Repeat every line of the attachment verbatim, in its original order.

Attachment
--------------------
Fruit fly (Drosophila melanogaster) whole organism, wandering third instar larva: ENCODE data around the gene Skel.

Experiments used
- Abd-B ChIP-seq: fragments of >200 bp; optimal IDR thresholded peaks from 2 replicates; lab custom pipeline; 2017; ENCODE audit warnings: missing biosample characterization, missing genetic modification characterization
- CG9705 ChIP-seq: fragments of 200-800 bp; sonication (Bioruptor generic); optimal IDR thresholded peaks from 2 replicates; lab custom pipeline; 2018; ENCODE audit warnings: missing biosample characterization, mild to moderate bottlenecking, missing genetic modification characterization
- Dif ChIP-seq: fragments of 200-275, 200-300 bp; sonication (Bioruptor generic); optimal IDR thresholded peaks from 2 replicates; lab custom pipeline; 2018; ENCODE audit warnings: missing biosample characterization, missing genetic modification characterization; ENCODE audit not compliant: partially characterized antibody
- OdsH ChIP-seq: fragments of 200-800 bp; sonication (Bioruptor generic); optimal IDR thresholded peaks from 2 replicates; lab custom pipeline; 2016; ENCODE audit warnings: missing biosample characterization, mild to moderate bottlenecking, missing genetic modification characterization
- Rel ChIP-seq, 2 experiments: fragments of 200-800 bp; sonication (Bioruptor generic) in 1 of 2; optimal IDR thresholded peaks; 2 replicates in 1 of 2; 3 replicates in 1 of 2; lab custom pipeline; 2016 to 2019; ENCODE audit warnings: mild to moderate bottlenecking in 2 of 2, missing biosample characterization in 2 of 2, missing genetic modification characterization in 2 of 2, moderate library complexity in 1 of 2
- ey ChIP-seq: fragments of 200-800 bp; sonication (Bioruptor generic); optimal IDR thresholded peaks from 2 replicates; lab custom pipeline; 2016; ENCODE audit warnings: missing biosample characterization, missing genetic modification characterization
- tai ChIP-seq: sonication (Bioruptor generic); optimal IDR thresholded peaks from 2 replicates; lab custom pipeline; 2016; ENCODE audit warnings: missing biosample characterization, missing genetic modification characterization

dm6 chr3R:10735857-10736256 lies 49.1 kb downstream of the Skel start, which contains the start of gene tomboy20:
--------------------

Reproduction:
Fruit fly (Drosophila melanogaster) whole organism, wandering third instar larva: ENCODE data around the gene Skel.

Experiments used
- Abd-B ChIP-seq: fragments of >200 bp; optimal IDR thresholded peaks from 2 replicates; lab custom pipeline; 2017; ENCODE audit warnings: missing biosample characterization, missing genetic modification characterization
- CG9705 ChIP-seq: fragments of 200-800 bp; sonication (Bioruptor generic); optimal IDR thresholded peaks from 2 replicates; lab custom pipeline; 2018; ENCODE audit warnings: missing biosample characterization, mild to moderate bottlenecking, missing genetic modification characterization
- Dif ChIP-seq: fragments of 200-275, 200-300 bp; sonication (Bioruptor generic); optimal IDR thresholded peaks from 2 replicates; lab custom pipeline; 2018; ENCODE audit warnings: missing biosample characterization, missing genetic modification characterization; ENCODE audit not compliant: partially characterized antibody
- OdsH ChIP-seq: fragments of 200-800 bp; sonication (Bioruptor generic); optimal IDR thresholded peaks from 2 replicates; lab custom pipeline; 2016; ENCODE audit warnings: missing biosample characterization, mild to moderate bottlenecking, missing genetic modification characterization
- Rel ChIP-seq, 2 experiments: fragments of 200-800 bp; sonication (Bioruptor generic) in 1 of 2; optimal IDR thresholded peaks; 2 replicates in 1 of 2; 3 replicates in 1 of 2; lab custom pipeline; 2016 to 2019; ENCODE audit warnings: mild to moderate bottlenecking in 2 of 2, missing biosample characterization in 2 of 2, missing genetic modification characterization in 2 of 2, moderate library complexity in 1 of 2
- ey ChIP-seq: fragments of 200-800 bp; sonication (Bioruptor generic); optimal IDR thresholded peaks from 2 replicates; lab custom pipeline; 2016; ENCODE audit warnings: missing biosample characterization, missing genetic modification characterization
- tai ChIP-seq: sonication (Bioruptor generic); optimal IDR thresholded peaks from 2 replicates; lab custom pipeline; 2016; ENCODE audit warnings: missing biosample characterization, missing genetic modification characterization

dm6 chr3R:10735857-10736256 lies 49.1 kb downstream of the Skel start, which contains the start of gene tomboy20: